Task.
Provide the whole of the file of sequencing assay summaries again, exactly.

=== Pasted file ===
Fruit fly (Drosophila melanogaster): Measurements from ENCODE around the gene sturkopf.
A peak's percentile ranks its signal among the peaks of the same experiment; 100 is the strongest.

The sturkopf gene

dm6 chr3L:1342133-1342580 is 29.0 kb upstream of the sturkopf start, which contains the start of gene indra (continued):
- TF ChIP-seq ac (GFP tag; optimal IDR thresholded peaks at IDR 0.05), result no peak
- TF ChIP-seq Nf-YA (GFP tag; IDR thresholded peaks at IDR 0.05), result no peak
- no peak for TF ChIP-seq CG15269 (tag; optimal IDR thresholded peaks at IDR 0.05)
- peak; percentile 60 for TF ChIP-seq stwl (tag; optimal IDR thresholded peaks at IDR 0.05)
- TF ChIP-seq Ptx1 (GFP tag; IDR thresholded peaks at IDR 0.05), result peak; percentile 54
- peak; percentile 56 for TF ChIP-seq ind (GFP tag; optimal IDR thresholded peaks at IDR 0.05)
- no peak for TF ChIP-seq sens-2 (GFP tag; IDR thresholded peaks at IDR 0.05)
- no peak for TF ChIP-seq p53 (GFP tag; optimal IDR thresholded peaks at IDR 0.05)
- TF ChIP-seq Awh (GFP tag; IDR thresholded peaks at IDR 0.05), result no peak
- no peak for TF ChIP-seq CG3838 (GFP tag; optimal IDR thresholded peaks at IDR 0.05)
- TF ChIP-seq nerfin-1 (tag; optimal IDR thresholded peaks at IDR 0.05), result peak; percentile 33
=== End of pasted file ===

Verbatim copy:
Fruit fly (Drosophila melanogaster): Measurements from ENCODE around the gene sturkopf.
A peak's percentile ranks its signal among the peaks of the same experiment; 100 is the strongest.

The sturkopf gene

dm6 chr3L:1342133-1342580 is 29.0 kb upstream of the sturkopf start, which contains the start of gene indra (continued):
- TF ChIP-seq ac (GFP tag; optimal IDR thresholded peaks at IDR 0.05), result no peak
- TF ChIP-seq Nf-YA (GFP tag; IDR thresholded peaks at IDR 0.05), result no peak
- no peak for TF ChIP-seq CG15269 (tag; optimal IDR thresholded peaks at IDR 0.05)
- peak; percentile 60 for TF ChIP-seq stwl (tag; optimal IDR thresholded peaks at IDR 0.05)
- TF ChIP-seq Ptx1 (GFP tag; IDR thresholded peaks at IDR 0.05), result peak; percentile 54
- peak; percentile 56 for TF ChIP-seq ind (GFP tag; optimal IDR thresholded peaks at IDR 0.05)
- no peak for TF ChIP-seq sens-2 (GFP tag; IDR thresholded peaks at IDR 0.05)
- no peak for TF ChIP-seq p53 (GFP tag; optimal IDR thresholded peaks at IDR 0.05)
- TF ChIP-seq Awh (GFP tag; IDR thresholded peaks at IDR 0.05), result no peak
- no peak for TF ChIP-seq CG3838 (GFP tag; optimal IDR thresholded peaks at IDR 0.05)
- TF ChIP-seq nerfin-1 (tag; optimal IDR thresholded peaks at IDR 0.05), result peak; percentile 33